New York Times Public Editor: “When a Reporter is an Uninvited Guest”

When a Reporter is an Uninvited Guest

By Margaret Sullivan, New York Times Public Editor

26 April 2013

” . . .  Brooke Kroeger, a New York University journalism professor whose book, “Undercover Reporting: The Truth About Deception,” was published last year, said one of the guiding principles in undercover reporting is that it should not do “unintended harm to persons not in a position to defend themselves.” That certainly was not the case here. (If the subject interests you, see the fascinatingWeb site related to that book for many examples — including the much disputed Food Lion case in which ABC journalists became employees of a supermarket chain and exposed unsavory practices.)

“She argued that undercover and surreptitious reporting has produced some of the most impressive and important work in the history of journalism. On a much larger scale, think of the Washington Post’s exposé of the horrendous practices at Walter Reed Army Medical Center.

“She also noted, and I agree, that readers should have known more about what happened than the cryptic sentence about a reporter asked to leave. For one thing, which New York Times reporter? A paragraph of clear explanation would have added the necessary transparency.

“I would see this case far differently if a Times reporter had been eavesdropping on a private citizen for a salacious story or had illegally broken into a private home.  That would be unacceptable — but it wasn’t what happened.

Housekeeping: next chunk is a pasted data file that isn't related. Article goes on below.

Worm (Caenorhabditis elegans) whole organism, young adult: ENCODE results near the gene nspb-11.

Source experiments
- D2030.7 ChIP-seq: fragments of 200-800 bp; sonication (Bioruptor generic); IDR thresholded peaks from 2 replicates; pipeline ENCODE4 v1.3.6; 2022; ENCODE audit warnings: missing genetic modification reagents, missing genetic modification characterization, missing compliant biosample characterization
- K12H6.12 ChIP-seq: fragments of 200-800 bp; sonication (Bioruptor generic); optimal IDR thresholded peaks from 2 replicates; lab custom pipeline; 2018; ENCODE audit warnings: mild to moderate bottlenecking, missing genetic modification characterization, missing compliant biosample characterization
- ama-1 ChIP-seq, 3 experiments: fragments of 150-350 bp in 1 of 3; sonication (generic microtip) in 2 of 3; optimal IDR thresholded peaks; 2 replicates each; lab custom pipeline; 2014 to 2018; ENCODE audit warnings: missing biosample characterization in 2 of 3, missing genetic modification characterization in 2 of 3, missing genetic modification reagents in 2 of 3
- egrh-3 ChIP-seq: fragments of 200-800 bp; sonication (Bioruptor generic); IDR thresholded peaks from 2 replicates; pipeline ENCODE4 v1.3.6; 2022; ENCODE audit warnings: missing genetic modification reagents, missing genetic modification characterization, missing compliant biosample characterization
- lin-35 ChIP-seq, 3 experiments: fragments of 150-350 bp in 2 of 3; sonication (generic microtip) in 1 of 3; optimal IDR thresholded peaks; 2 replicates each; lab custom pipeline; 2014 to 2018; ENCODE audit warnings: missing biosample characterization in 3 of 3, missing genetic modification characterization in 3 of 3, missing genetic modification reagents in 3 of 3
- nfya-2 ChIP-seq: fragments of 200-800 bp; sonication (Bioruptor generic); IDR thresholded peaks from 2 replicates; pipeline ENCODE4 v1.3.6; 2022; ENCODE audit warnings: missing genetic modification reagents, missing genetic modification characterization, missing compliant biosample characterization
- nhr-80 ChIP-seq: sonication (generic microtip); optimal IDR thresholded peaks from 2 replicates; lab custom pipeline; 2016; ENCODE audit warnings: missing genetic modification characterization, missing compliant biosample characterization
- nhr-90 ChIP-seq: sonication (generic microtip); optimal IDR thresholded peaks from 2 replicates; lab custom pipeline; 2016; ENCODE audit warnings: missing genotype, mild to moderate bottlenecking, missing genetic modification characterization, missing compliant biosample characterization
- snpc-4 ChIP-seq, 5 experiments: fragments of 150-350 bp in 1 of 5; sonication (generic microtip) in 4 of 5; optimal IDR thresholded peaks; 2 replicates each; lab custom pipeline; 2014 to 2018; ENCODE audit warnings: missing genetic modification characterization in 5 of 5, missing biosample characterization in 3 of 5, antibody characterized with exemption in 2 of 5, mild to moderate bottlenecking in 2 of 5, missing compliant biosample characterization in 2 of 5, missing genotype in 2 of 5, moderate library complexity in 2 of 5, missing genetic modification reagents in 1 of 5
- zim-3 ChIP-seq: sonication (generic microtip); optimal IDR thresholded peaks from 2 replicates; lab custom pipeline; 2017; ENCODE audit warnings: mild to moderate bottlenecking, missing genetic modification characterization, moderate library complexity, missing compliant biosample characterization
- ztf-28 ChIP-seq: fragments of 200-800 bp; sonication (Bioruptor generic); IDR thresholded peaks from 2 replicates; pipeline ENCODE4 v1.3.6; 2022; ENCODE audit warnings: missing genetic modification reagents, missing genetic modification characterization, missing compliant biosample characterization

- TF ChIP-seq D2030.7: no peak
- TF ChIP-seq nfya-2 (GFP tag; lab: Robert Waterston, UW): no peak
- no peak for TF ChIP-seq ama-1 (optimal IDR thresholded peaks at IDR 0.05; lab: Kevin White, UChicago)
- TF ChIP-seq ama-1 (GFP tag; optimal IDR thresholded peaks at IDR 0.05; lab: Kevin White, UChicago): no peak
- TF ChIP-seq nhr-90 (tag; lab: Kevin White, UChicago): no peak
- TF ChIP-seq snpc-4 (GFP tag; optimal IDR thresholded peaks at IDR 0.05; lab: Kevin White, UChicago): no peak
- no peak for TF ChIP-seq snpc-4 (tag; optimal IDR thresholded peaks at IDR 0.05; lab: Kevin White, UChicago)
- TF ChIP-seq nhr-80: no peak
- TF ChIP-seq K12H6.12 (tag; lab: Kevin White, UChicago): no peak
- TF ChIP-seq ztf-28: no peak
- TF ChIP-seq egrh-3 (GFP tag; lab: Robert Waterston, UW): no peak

“My conclusion: Given the buttoned-down, scrubbed-up way politicians present themselves, it’s challenging for reporters to get under the surface. And it’s important for citizens that they do.

“What Mr. Lipton did should not become an everyday practice. But – seen in this wider context – it’s not only pretty small stuff, but also reflects some journalistic initiative that serves Times readers well.”

 

 

National History Day contestants, please read this first. Video of talks in my Reports from the Road.

Coming March 10:Front Pages, Front Lines: Media and the Fight for Women’s Suffrage, Linda Steiner, Carolyn Kitch, Brooke Kroeger, eds.

2020 Dates—Jan 30:  Iona College. February 4: Sagamore Hill. February 26: La Maison Française  of NYU. March 10: Pub Date. March 19: Securities and Exchange Commission – NYC March 27: Ephemera Society of America. March 30: Sigenthaler Chair; Middle Tennessee State University. April 4: Avon Free Public Library, Avon CT May 5: Simons Foundation June 4-6:Métiers et professions des médias (XVIIIe-XXIe siècles),”  Université de Lausanne.